Finally: Memberships are Evolving
Many coworking locations started with month-to-month memberships providing users more flexibility than standard lease agreements. While the original model focused on unassigned “hot desking” spaces, most monthly memberships now include reserved individual desks and even closed offices. Packages offering a certain number of user-days per month are common. Increasingly, “daytrippers” can pay a daily fee for a seat and Ethernet connection. WeWork’s most basic membership is a simple fee permitting utilization of any location for a daily or hourly fee. From there, it offers location-based hot desking, individual desks and private offices. Since 2008, Regus’ Businessworld membership provides travelers access to any of its services worldwide.
Many coworking centers emerged in a time of high unemployment and low rents. But 54 per cent of coworkers will leave a specific location in less than a year. High turnover and tenant instability challenge coworking centres to maintain profitability, as they are vulnerable to market conditions and new competitors. To attract members, coworking operators use social media (80 per cent, particularly Facebook, reports Deskmag), community building (78 per cent) and events for potential members (62 per cent) among other techniques. A significant number, 21 per cent, use the Coworking Visa Program. Woodley reports her daily users are often responding to promotion pamphlets at Tourism Hamilton and the city’s Small Business Centre and, significantly, through word-of-mouth. Andrews and others also say apps like Liquidspace, Sharedesk, Happy Desk, Breather and Rally are increasingly important recruitment tools. Regus has its own booking app.
Growth and Challenges
The HOK study concludes that coworking penetration will mature at two to four per cent; those in the business suggest perhaps 15 per cent. One difficulty in predicting accurately, however, is what exactly defines coworking, given rapidly expanding parameters of ownership models, services, users and memberships. While Deskmag reported location growth in 2016-2017 reaching a new high with over 300,000 new memberships, it also found 63 per cent of locations surveyed believe the number of existing spaces was “just right” while 14 per cent said “too many.” Only 23 per cent believed there were “too few.” This said, 67 per cent of coworking operations surveyed plan to expand.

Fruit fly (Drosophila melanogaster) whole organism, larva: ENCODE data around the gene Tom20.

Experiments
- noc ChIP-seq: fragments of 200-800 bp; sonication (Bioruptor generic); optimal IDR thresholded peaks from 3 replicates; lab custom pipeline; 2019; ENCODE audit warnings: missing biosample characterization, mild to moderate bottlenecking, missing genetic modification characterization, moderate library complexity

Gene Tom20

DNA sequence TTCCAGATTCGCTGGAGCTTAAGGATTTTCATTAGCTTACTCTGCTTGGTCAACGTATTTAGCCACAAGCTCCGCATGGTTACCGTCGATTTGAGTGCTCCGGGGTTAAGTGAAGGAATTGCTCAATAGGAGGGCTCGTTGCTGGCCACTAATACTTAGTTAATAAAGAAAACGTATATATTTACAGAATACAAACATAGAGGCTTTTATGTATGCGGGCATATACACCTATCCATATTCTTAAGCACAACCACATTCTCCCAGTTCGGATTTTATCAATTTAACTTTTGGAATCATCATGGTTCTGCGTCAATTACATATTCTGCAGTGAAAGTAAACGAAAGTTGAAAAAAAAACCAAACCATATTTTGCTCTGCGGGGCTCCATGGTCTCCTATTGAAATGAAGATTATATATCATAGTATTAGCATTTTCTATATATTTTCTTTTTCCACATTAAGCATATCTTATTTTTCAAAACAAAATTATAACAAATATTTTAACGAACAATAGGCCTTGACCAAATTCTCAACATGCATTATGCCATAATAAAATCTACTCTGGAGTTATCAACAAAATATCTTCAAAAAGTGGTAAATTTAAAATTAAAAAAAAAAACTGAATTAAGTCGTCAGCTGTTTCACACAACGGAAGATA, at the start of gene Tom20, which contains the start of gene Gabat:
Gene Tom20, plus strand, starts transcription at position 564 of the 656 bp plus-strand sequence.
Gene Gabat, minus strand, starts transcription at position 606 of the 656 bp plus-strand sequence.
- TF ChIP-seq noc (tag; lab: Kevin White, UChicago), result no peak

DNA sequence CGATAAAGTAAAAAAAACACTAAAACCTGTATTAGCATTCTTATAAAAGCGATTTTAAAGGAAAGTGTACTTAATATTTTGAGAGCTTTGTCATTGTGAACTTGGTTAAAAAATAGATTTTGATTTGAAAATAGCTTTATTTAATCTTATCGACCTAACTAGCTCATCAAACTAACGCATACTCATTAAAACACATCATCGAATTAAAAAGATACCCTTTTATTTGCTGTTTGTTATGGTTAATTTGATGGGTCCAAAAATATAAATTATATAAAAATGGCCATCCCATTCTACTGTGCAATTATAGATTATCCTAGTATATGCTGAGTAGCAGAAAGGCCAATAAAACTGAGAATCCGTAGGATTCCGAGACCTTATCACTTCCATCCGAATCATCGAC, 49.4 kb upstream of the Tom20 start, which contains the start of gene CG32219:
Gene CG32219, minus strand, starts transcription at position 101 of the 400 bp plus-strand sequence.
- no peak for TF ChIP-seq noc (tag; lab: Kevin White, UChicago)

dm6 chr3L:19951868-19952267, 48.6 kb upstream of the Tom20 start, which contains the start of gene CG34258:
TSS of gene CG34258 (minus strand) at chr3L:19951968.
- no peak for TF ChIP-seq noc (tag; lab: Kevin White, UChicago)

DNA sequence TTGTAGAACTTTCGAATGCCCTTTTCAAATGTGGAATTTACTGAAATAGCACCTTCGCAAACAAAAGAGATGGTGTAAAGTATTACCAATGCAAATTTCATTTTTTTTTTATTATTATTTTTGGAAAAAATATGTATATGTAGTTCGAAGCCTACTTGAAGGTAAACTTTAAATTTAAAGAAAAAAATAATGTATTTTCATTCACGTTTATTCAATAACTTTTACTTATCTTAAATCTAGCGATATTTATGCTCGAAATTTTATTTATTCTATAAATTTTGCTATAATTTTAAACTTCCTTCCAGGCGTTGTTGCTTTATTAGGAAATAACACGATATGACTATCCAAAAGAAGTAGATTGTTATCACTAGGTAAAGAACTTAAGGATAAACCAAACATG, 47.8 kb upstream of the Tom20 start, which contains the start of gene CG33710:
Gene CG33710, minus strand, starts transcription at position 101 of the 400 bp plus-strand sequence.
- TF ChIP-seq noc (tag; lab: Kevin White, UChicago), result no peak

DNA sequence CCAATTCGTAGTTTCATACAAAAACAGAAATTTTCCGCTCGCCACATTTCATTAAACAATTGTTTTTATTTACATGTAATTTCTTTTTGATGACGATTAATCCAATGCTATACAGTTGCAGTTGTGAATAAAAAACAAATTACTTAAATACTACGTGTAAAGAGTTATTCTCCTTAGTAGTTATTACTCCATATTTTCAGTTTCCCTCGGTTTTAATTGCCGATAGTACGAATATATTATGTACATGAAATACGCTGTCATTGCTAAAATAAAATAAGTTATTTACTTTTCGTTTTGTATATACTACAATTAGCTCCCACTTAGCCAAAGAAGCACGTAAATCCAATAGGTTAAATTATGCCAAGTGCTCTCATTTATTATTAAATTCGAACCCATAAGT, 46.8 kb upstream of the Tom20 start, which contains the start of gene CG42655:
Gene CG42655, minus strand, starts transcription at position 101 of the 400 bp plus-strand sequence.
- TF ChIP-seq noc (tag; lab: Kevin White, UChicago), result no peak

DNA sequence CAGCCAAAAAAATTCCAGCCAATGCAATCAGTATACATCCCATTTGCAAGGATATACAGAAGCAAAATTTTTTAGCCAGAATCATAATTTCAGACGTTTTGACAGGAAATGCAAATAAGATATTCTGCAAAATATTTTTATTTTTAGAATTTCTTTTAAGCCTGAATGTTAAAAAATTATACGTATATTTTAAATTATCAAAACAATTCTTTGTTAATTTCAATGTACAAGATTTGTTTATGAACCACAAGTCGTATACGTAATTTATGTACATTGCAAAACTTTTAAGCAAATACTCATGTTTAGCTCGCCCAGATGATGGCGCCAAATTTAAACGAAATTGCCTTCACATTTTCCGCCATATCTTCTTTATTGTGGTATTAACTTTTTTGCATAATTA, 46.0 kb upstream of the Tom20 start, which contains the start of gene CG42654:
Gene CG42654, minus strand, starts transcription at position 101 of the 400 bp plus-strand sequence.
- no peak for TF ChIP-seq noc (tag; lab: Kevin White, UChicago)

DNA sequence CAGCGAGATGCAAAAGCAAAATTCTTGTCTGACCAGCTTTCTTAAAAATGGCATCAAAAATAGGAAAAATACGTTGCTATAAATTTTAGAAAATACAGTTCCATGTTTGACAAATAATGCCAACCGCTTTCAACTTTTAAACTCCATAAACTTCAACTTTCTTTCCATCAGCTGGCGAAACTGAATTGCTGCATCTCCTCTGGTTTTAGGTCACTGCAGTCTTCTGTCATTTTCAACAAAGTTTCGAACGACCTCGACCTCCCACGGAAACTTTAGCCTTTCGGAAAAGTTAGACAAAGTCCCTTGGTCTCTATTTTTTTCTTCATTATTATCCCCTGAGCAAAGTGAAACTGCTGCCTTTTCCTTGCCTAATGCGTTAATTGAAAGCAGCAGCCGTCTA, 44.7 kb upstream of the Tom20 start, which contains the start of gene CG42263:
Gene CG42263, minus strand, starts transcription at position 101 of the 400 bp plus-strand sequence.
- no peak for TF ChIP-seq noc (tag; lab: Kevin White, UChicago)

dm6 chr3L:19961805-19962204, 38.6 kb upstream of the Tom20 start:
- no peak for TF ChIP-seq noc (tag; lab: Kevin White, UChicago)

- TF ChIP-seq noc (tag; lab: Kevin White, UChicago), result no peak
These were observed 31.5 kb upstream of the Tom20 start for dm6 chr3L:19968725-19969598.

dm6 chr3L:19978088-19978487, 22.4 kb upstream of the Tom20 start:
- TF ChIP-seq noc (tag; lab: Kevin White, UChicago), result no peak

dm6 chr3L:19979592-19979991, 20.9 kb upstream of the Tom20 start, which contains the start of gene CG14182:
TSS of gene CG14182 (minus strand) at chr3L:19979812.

“Although coworking space makes up less than one per cent of the world’s office space, it represents an important workforce trend and highlights the strong desire of today’s employees to have workplace choices, community and flexibility,” said Kay Sargent, report author and director of WorkPlace at HOK. “Driven by demand factors, including next-generation work styles and the desire for real estate portfolio agility, C-suite executives from human resources, operations, real estate and finance are increasingly interested in how coworking affects their work practices and policies—and how they need to design, manage and operate their workplaces.”
Most of those interviewed also note that Canadian demand is very localized with secondary markets including smaller cities and even the suburbs exhibiting the greatest growth potential. Operators in larger markets, however, may face rent squeezes as leases expire, concludes the HOK study. This will give a competitive advantage to those who own their own facilities. Ultimately, the dramatic changes taking place in the labour market, the work environment and the nature of work itself makes predicting coworking’s share difficult. While strictly defined, it may be a relatively small player in the office real estate market, however, if the concept remains fluid and evolving the consensus is its flexibility and commitment to creative, collaborative work environments will penetrate deeply into more traditional offices.
For more information, read the following interviews with Yvonne Woodley, Robyn Baxter, Christine Andrews and Jean-Yves Huwart.